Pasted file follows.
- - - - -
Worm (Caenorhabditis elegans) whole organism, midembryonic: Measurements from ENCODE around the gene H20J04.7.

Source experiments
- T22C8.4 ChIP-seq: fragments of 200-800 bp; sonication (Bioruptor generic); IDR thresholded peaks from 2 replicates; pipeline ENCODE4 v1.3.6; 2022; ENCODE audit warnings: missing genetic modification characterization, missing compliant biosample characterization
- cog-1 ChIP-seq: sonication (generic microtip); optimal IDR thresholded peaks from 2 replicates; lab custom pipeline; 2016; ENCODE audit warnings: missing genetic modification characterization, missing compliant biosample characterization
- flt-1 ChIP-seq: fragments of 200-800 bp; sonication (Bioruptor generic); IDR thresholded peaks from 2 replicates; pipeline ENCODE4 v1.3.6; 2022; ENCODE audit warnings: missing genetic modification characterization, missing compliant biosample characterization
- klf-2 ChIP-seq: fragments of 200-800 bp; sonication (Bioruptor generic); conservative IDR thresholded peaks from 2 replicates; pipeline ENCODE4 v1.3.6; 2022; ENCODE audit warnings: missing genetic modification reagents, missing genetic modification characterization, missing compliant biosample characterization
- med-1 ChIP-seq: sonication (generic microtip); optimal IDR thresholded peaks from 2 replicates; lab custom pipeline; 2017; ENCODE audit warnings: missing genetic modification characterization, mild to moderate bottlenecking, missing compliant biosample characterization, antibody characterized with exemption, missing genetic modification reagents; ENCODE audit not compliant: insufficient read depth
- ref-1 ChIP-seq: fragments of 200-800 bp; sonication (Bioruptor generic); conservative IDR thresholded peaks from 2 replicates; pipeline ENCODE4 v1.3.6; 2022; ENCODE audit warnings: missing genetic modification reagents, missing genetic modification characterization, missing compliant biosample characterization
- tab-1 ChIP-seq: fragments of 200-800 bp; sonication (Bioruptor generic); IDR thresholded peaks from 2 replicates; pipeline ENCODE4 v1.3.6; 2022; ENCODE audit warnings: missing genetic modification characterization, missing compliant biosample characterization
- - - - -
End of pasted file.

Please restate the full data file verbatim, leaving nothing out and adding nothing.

Worm (Caenorhabditis elegans) whole organism, midembryonic: Measurements from ENCODE around the gene H20J04.7.

Source experiments
- T22C8.4 ChIP-seq: fragments of 200-800 bp; sonication (Bioruptor generic); IDR thresholded peaks from 2 replicates; pipeline ENCODE4 v1.3.6; 2022; ENCODE audit warnings: missing genetic modification characterization, missing compliant biosample characterization
- cog-1 ChIP-seq: sonication (generic microtip); optimal IDR thresholded peaks from 2 replicates; lab custom pipeline; 2016; ENCODE audit warnings: missing genetic modification characterization, missing compliant biosample characterization
- flt-1 ChIP-seq: fragments of 200-800 bp; sonication (Bioruptor generic); IDR thresholded peaks from 2 replicates; pipeline ENCODE4 v1.3.6; 2022; ENCODE audit warnings: missing genetic modification characterization, missing compliant biosample characterization
- klf-2 ChIP-seq: fragments of 200-800 bp; sonication (Bioruptor generic); conservative IDR thresholded peaks from 2 replicates; pipeline ENCODE4 v1.3.6; 2022; ENCODE audit warnings: missing genetic modification reagents, missing genetic modification characterization, missing compliant biosample characterization
- med-1 ChIP-seq: sonication (generic microtip); optimal IDR thresholded peaks from 2 replicates; lab custom pipeline; 2017; ENCODE audit warnings: missing genetic modification characterization, mild to moderate bottlenecking, missing compliant biosample characterization, antibody characterized with exemption, missing genetic modification reagents; ENCODE audit not compliant: insufficient read depth
- ref-1 ChIP-seq: fragments of 200-800 bp; sonication (Bioruptor generic); conservative IDR thresholded peaks from 2 replicates; pipeline ENCODE4 v1.3.6; 2022; ENCODE audit warnings: missing genetic modification reagents, missing genetic modification characterization, missing compliant biosample characterization
- tab-1 ChIP-seq: fragments of 200-800 bp; sonication (Bioruptor generic); IDR thresholded peaks from 2 replicates; pipeline ENCODE4 v1.3.6; 2022; ENCODE audit warnings: missing genetic modification characterization, missing compliant biosample characterization